According to a new study published in the journal Computers In Human Behavior, smartphone users initiate 89% of the interactions, with only 11% initiated by a notification. “This is at odds with previous academic literature and news reports which commonly claim that smartphone notifications are ruining your life, ruining productivity, and so on,” reports PsychNewsDaily. From the report: “The perceived disruptiveness of smartphones is not mainly driven by external notifications,” the study’s authors write, “but by an urge of the user to interact with their phone that seems to occur in an almost automatic manner, just as a smoker would light a cigarette.” […] The researchers explain that many users felt compelled to check their phones even when they had switched off notifications. “Seeing this has made me realize that I don’t even remember picking it up,” one of the subjects said in a subsequent interview with the study’s authors. The study also found that the average duration of a smartphone interaction was 64 seconds. About 50% of the interactions were 23 seconds or less.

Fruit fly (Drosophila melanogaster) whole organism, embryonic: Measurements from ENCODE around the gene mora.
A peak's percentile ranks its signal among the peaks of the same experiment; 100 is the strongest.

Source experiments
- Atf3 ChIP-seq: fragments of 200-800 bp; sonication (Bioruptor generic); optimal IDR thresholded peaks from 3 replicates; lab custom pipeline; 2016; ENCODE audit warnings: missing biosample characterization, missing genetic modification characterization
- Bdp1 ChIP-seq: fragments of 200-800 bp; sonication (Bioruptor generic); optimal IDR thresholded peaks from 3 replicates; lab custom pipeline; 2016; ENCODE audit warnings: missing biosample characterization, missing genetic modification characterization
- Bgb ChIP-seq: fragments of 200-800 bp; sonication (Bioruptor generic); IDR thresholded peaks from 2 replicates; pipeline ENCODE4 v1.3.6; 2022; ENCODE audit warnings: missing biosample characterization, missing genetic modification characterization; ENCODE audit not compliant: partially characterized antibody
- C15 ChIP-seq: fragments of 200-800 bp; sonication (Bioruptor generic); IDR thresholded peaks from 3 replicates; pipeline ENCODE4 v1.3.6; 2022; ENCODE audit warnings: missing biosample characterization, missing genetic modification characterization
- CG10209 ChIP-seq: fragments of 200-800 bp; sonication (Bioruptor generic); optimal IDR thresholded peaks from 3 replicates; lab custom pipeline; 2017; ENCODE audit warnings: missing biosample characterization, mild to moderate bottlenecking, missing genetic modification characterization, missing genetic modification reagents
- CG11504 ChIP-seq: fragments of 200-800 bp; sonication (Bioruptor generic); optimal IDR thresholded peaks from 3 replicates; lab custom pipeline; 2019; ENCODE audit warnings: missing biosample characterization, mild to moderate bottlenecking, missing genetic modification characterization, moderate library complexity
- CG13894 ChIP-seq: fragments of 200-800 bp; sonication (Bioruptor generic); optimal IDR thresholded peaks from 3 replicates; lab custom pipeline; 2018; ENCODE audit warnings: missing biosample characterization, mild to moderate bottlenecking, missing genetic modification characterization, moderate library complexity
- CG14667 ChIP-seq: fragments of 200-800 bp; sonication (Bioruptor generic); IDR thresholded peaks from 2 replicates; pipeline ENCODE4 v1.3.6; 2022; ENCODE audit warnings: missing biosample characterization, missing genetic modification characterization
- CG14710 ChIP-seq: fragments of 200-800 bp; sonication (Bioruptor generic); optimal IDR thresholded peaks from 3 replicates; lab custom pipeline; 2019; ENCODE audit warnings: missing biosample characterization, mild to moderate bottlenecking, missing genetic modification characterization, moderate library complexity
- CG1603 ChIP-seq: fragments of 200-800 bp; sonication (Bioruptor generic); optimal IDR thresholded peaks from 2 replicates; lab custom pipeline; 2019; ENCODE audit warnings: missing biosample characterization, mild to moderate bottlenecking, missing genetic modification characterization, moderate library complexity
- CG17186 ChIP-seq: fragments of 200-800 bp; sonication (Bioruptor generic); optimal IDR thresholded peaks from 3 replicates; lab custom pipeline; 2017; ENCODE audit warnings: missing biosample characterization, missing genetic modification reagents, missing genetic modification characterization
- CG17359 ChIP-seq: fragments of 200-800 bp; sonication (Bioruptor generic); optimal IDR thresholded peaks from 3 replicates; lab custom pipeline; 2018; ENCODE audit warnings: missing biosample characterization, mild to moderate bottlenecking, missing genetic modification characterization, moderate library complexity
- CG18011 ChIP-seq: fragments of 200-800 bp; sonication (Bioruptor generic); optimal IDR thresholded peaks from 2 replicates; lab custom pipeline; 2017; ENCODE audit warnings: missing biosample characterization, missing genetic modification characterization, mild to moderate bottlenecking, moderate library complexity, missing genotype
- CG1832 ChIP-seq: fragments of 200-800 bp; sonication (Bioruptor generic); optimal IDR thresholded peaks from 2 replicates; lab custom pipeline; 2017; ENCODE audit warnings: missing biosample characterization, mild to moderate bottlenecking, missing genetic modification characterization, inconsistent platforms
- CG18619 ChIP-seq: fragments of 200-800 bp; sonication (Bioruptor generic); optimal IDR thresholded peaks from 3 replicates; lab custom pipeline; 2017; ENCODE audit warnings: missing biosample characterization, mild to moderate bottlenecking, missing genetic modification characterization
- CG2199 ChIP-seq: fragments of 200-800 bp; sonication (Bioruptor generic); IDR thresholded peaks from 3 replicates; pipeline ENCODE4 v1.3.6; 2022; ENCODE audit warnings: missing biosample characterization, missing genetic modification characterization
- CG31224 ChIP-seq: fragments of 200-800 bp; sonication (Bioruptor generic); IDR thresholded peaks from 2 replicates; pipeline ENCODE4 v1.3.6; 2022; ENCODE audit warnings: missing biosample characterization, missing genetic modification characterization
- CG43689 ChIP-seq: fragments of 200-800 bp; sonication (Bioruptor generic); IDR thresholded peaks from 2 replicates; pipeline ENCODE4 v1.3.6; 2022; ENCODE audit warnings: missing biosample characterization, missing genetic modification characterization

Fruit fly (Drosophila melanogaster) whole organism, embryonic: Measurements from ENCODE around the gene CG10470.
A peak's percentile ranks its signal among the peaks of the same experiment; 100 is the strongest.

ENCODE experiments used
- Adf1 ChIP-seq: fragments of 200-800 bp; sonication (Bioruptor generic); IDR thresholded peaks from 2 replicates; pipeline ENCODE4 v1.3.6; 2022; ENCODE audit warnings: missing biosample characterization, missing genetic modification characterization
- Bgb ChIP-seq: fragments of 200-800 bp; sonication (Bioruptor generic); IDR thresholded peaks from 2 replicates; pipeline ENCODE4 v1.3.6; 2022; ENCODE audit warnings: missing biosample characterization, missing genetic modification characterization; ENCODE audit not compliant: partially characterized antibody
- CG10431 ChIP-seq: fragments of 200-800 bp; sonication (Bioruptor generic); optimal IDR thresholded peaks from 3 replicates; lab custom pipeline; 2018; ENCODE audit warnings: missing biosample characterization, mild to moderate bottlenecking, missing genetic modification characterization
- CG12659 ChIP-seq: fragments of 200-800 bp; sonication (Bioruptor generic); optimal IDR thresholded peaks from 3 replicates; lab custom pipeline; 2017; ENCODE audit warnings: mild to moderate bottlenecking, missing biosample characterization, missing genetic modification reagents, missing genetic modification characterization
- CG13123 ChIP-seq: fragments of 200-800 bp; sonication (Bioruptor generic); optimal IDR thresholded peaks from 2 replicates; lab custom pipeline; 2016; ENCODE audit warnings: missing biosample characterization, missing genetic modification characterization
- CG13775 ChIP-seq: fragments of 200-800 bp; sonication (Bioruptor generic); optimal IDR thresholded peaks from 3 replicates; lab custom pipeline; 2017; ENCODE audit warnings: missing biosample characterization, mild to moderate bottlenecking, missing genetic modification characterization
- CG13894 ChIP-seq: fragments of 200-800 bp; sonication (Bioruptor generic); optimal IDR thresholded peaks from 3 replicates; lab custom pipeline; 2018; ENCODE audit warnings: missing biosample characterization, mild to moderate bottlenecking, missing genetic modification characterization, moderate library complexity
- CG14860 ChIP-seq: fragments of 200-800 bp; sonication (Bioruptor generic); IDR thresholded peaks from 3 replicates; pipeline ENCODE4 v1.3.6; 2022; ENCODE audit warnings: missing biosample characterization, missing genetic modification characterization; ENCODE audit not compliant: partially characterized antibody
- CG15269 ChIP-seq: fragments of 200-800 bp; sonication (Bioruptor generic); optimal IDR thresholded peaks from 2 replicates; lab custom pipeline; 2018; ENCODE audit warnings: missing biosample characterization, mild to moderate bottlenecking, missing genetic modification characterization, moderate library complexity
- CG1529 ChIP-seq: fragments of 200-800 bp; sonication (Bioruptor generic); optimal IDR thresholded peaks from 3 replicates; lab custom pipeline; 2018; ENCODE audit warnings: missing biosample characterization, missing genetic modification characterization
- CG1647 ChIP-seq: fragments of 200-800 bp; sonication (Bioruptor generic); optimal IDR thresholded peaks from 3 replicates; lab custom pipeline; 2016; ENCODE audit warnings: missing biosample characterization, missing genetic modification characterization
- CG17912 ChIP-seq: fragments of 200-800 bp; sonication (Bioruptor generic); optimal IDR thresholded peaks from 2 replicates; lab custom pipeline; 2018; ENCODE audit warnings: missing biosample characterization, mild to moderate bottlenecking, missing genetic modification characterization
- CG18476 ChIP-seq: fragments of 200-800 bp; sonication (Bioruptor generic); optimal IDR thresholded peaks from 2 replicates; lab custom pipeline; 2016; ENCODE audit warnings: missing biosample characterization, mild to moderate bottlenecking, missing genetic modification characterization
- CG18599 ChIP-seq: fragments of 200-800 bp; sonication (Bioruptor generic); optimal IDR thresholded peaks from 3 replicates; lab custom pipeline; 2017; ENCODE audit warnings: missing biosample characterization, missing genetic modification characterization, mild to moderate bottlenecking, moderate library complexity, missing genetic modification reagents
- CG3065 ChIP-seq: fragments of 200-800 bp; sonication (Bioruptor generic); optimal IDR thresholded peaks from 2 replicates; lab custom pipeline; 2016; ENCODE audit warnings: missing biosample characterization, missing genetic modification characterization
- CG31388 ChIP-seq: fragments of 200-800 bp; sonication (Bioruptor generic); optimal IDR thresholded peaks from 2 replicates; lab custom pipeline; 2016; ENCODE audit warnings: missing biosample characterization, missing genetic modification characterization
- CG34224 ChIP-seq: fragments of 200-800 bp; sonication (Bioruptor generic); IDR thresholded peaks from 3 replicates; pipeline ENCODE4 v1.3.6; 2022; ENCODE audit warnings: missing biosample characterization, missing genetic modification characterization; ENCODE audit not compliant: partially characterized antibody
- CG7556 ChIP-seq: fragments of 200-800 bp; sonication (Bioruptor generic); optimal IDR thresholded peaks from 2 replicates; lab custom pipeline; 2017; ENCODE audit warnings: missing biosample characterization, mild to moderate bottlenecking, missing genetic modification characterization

The most common activity users engaged in when using their phones was checking WhatsApp, which accounted for 22% of interactions. […] The second most common interaction, at 17% of the total, was a “lock screen check,” which means briefly unlocking the phone to check for new notifications. In third place was interacting with Instagram (16%). Facebook and Facebook messenger together accounted for 13% of the interactions, e-mail for 6%, web browsing 4%, music 3%, Snapchat 2%, and photos 2%. Phone calls — these devices are phones, after all — only comprised about 1% of the interactions.
The participants generally considered e-mail notifications the most important. Likewise, they largely considered group chats a “source of distress,” and found most group-chat messages unimportant. Smartphone interactions were longer when users were alone versus with others, and were also longer at home versus at work. Likewise, these interactions were shorter when participants received notifications, compared to when they “self-disrupt.” This indicates that smartphone use is more purposeful when users receive notifications, and more “distraction-seeking” when they check their phones themselves. The researchers also found that the scrolling features on apps like Instagram and Facebook led to the longest interactions.